Recall… Have you ever had such an unique conversation with your children, one that maybe your parents once had with you when you were a kid, that starts with “When I was your age ….”
You know… it’s the one where you tell them how much harder life was back when you were younger, and how harder you worked when you were their age … while they just lull along the couch and play video games? This “ceremonial” has depreciated its sense and value owing to rust gathered by its very usage.
Ultimately the conclusion? That’s one of the signs that you are becoming just like your parents, ditto. And for further ponder I guarantee that’s not such a bad thing. The subtle error if any is the time of issue of the message. Having a conversation with your kids about the importance of working hard should be cultivated early, and should be repeated often,that too in subtle receivable amounts. But speech is just speech – saving and valuing money recognizing their sole worth is rather instigated to their palpable psyche.
Here from our editor we provide you some valuable tips powered by opinions from eminent child psychological specialists.
• From an early age, have them pay for purchases. Hand them the money to give to a cashier, so they can understand some basic concepts about shopping and what money is used for.
• Be a good role model. If you value saving money, chances are so will they. If money burns a hole in your pocket, it probably will for them too.
• Get them a job. If they are old enough, get them a paper route (although be prepared to do it yourself too – on bad weather days when it’s icy or when your child is sick, you need to be ready to take over the route). Make a big deal when the cheques arrive – for example give them a big hug for working so hard, and tell them the money they earned is a reward for their hard work. If they worked hard, they probably won’t want to spend their whole cheque the second it arrives. It doesn’t have to be a formal job: you can give them an allowance for doing household chores too.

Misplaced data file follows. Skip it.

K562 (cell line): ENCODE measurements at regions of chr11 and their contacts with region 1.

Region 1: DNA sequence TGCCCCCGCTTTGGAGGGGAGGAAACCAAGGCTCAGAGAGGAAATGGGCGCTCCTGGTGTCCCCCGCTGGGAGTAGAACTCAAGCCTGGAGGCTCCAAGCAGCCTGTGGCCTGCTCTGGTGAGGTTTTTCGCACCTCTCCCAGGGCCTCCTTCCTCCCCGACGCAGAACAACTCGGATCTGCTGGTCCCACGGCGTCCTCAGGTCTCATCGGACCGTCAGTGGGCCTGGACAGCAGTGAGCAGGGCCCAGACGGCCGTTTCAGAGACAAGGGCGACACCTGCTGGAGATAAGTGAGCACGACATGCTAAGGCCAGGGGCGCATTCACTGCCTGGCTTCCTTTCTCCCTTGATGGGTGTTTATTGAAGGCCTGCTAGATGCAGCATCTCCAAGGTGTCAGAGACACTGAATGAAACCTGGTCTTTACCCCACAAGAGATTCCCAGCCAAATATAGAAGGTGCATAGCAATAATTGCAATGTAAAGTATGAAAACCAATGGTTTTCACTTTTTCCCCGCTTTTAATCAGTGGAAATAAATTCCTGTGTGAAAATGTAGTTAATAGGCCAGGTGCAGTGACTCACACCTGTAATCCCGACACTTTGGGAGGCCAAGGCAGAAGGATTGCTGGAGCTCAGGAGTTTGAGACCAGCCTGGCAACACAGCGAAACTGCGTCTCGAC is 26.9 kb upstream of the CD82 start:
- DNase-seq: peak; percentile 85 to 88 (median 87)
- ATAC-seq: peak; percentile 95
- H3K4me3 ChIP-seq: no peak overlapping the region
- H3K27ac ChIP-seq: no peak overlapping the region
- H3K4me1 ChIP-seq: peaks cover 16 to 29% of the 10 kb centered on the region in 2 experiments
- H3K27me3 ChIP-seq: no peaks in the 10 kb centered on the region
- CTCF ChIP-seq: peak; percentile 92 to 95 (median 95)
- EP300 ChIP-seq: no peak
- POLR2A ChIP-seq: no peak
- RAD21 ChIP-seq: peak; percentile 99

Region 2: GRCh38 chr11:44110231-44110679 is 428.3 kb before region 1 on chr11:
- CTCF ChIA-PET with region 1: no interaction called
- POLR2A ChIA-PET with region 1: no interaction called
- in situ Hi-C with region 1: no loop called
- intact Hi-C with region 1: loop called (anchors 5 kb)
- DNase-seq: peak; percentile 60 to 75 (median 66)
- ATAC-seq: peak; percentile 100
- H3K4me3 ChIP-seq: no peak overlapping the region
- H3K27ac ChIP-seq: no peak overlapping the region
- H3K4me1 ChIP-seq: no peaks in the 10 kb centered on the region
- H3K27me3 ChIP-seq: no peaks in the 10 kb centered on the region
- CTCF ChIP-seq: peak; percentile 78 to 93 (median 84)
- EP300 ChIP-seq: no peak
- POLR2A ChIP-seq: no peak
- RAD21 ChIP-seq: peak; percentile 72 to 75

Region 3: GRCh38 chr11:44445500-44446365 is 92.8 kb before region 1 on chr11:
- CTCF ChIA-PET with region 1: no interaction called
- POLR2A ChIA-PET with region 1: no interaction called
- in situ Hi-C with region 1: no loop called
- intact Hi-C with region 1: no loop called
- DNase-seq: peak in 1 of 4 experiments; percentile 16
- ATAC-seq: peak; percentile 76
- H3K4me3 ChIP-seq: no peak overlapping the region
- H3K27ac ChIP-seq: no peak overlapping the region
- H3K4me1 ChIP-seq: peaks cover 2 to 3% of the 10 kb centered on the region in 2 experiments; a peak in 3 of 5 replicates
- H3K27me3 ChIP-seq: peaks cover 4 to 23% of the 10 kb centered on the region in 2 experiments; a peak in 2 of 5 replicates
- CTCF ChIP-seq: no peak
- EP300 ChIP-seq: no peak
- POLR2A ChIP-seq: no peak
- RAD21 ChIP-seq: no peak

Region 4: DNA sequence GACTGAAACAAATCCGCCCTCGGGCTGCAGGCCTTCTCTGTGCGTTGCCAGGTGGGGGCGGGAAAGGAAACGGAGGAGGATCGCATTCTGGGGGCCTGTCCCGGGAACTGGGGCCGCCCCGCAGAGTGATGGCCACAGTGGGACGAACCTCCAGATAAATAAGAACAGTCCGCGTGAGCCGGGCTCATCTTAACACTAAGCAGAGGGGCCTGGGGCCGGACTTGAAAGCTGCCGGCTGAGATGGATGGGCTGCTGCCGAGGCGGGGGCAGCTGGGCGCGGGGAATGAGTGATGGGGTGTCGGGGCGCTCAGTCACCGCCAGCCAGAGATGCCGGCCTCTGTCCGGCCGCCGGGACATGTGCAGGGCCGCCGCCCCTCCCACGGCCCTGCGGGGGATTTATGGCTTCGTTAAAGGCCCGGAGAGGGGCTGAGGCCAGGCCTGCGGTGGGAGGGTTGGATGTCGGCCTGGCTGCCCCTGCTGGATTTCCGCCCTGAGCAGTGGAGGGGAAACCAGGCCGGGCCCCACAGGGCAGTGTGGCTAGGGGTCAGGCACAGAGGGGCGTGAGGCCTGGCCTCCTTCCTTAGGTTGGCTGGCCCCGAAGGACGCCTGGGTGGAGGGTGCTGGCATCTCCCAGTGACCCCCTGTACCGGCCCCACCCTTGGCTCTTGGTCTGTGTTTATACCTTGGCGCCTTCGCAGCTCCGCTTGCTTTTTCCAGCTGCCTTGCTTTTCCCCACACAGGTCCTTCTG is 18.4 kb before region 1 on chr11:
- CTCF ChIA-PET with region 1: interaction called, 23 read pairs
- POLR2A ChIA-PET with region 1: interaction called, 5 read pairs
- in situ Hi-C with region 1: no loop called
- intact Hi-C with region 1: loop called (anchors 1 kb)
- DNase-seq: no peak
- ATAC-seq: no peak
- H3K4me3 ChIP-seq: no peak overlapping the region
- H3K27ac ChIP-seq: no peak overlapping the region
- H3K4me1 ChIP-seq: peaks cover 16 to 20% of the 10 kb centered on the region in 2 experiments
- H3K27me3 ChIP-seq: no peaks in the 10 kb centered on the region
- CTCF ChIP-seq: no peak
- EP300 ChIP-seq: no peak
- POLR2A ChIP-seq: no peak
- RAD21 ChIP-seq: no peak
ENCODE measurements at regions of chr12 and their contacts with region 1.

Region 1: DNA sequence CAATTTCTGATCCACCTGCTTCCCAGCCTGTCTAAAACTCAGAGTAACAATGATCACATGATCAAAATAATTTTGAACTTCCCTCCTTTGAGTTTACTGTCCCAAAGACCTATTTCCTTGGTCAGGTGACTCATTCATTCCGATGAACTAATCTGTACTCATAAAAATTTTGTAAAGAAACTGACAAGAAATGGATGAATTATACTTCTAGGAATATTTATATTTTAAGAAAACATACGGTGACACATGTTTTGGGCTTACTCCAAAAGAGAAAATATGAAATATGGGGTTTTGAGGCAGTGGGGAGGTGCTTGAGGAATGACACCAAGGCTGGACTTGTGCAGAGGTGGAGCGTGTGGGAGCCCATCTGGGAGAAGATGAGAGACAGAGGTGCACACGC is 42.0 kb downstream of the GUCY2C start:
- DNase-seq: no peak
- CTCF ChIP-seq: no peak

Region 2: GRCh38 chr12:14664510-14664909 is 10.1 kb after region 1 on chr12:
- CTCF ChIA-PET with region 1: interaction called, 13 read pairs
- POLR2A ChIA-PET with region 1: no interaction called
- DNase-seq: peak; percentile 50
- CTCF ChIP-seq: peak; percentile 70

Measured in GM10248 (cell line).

• As the parent, you can set limits on what they can buy i.e. little or no junk food, given its negative effects on their health
• Open up a bank account for them, where they can put in any money they make or are given. You can set up a bank account so it is deposit only, and you can make it a joint account so that you have access to it. Showing your children how that bank account grows (with additional deposits, as well as any from any interest it earns) is a great way for them to understand how quickly money grows when you save it
• Have them set a goal to save up for a large purchase, like a bicycle. This way, they will be less inclined to make the minor purchases – it’s these minor purchases that makes it impossible for them save up for anything. Maybe you planned on buying that item yourself, but they’ll likely feel greater satisfaction knowing they paid for it (besides, after they make that purchase, you can always put the money you were going to spend into their account – but if you do, make sure you get them to set another goal, to buy something even more expensive so that they can keep saving up for it).
• Encourage them to save coins in a piggy bank, and every month or two roll up all the change and deposit it into their account. The more visual you can make it, the better (as children need to see what is going on to fully understand it).
• Teach them the importance of giving back. Talk to them about the 3 S’s: spending, saving and sharing. The 3’s are based on whatever percentages you and your child think are reasonable; your child may decide that for every dollar they have, they will keep 50 cents to save, 40 cents to spend, and 10 cents to donate (so for every $100, they will spend $40 of it and donate $10 of it).
Although it’s already been mentioned, it bears repeating – be a good role model! If you value saving, chances are your kids will too. And then you can look forward to the day you’re a grandparent, and your own child is having the “When I was your age ….” speech with their kids.